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DONG Yong-Sueng

FTA Impact on the Korean Peninsula

DONG Yong-Sueng

Apr. 4, 2007

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The Korea-US free trade agreement reached in Seoul on April 2 is another step in the post-Cold War era of quickened economic and political integration. If ratified by the US Congress and South Korea's National Assembly, the FTA should have a major impact beyond market access. Security conditions on the Korean peninsula would likely be influenced in three ways.

First, the agreement would broaden the US-Korean bilateral alliance. Since the onset of the Cold War, the US-Korean military alliance has existed as a symbolic bastion against communism. After the Cold War ended in the early 1990s, the dynamics underpinning the alliance gradually changed, including the nature of the North Korean threat. The change has become more evident and fundamental with US plans to adjust its overseas posture. Against this backdrop, the KORUS FTA would open up a new and more comprehensive framework for the US-Korean alliance. This would likely deepen bilateral economic interests along with military and security interests.

Second, the pact would change prevailing dynamics in inter-Korean relations. During the FTA negotiations, one of the most sensitive issues was whether goods produced in the Kaesong Industrial Zone, the North-South venture just north of the Demilitarized Zone would be recognized as originating from South Korea. Those goods were excluded from the FTA but the agreement included the creation of a Committee on Outward Processing Zones on the Korean peninsula. That could lead to Kaesong products ultimately being recognized as South Korea-made goods.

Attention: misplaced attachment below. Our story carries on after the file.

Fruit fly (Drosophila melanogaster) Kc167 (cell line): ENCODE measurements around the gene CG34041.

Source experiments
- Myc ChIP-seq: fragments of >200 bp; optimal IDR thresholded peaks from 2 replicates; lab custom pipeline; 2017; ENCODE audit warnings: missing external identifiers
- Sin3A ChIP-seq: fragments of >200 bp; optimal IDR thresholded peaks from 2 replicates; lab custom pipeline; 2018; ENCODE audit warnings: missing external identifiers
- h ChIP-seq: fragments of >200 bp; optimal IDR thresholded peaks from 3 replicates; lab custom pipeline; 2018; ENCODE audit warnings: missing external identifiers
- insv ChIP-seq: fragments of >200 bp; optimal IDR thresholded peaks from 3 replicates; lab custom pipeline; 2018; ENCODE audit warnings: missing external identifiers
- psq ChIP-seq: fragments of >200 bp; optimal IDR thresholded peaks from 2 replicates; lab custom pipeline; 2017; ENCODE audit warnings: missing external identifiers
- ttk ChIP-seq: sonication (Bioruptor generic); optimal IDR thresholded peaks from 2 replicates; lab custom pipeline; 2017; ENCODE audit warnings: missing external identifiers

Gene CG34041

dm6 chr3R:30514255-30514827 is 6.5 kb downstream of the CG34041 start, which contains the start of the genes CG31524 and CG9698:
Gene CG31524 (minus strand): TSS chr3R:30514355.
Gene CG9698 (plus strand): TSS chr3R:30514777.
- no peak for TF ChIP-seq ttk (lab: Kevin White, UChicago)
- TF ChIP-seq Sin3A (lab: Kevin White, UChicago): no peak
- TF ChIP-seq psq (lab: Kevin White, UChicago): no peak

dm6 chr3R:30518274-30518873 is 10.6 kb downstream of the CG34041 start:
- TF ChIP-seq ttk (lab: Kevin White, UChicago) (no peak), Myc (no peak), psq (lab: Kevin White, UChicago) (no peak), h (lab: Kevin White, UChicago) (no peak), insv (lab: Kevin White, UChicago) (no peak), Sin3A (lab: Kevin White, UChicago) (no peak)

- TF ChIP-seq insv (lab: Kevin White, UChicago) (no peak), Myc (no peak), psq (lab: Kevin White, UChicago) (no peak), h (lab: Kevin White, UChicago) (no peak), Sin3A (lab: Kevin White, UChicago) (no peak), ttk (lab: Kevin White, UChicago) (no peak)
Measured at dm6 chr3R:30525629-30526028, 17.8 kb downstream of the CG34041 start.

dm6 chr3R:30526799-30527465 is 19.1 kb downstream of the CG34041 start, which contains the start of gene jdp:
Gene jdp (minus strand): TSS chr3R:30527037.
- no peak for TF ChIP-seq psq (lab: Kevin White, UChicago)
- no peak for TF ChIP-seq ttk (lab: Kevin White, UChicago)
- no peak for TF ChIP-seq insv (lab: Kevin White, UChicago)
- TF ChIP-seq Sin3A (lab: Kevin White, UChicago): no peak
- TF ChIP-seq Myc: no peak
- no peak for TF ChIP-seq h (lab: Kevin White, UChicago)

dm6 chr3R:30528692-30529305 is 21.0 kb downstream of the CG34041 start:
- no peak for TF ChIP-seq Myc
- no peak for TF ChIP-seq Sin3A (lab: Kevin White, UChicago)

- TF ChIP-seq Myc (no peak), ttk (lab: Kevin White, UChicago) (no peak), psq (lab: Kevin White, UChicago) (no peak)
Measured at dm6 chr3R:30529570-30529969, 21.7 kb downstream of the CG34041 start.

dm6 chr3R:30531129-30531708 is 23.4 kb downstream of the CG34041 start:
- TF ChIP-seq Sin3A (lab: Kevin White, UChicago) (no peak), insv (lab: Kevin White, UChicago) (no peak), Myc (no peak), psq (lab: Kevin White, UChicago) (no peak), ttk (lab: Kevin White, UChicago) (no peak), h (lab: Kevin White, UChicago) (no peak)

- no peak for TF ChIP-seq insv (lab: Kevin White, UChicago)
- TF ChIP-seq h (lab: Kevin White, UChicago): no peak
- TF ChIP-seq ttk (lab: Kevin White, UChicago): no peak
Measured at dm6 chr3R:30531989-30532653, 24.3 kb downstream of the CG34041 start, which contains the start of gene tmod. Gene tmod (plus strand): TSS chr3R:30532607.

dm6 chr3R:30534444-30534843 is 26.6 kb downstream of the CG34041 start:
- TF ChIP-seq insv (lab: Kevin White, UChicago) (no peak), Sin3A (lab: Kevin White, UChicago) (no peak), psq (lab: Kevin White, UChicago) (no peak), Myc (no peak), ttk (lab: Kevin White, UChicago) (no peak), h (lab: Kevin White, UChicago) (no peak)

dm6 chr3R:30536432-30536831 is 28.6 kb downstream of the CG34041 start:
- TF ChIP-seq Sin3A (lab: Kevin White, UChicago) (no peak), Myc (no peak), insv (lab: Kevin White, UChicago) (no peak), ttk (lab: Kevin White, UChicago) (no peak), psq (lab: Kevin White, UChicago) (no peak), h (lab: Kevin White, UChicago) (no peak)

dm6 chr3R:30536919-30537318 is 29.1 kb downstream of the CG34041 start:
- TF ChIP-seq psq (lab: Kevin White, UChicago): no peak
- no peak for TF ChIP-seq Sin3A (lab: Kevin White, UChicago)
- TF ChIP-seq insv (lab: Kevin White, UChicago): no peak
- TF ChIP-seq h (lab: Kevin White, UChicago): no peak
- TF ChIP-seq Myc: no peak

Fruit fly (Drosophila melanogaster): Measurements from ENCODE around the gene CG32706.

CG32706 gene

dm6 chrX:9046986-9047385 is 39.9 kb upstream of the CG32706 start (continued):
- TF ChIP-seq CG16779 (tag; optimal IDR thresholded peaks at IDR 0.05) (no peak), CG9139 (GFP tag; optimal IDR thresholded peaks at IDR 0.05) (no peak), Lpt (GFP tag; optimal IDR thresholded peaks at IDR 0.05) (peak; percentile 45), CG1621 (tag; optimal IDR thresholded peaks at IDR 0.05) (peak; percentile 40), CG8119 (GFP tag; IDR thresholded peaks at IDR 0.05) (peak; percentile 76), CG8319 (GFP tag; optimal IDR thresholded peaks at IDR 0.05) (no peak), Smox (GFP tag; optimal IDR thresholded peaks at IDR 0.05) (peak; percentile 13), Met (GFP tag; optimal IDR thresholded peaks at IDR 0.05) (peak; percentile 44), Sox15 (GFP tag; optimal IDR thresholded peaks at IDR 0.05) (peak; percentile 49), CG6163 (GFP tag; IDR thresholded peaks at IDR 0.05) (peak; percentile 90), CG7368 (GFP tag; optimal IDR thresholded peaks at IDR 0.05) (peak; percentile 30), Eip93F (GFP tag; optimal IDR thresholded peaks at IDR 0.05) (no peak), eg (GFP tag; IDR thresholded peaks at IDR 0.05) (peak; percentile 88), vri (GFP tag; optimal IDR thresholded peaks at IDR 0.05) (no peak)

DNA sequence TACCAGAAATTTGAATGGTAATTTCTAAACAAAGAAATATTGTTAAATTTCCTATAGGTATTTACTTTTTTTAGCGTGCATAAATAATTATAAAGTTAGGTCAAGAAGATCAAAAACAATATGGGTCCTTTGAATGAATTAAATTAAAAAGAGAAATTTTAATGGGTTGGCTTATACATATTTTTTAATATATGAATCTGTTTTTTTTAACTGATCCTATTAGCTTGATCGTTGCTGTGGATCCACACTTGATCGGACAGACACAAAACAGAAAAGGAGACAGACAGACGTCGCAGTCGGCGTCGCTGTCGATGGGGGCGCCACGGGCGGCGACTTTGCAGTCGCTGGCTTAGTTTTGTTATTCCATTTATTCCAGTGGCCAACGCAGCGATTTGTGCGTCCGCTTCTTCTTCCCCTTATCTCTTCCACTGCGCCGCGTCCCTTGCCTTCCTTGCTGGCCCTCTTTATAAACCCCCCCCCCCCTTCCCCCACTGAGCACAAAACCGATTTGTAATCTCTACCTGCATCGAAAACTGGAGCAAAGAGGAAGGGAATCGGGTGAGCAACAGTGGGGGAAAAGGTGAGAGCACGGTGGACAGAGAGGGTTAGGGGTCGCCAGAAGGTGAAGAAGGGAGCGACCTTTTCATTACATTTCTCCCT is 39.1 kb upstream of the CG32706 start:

Considering the ongoing changes in the US-Korean alliance and the FTA provisions, inter-Korean relations will inevitably undergo fundamental changes. Currently, the main goal of inter-Korean economic relations is to help North Korea through any turbulent economic period and to facilitate cross-border reunions. In the future, however, this one-way assistance from the South to the North may not be possible and the South may have a different view of the North.

Third, the FTA would portend a change in trade relations in Northeast Asia. It would provide an impetus to a Korea-China FTA and Korea-Japan FTA as well as talks on the formation of a Northeast Asia free trade zone. Numerous approaches already are being discussed on a regional trade pact but there is no consensus on what mechanism should be employed.

The three changes will open the door for a post-Cold War transition in the region. Inter-Korean relations will have to factor in the larger context of regional cooperation. In particular, North Korea will need to recognize that forthcoming changes in Northeast Asia make an end to its nuclear brinkmanship and its active participation in regional cooperation a more promising path.

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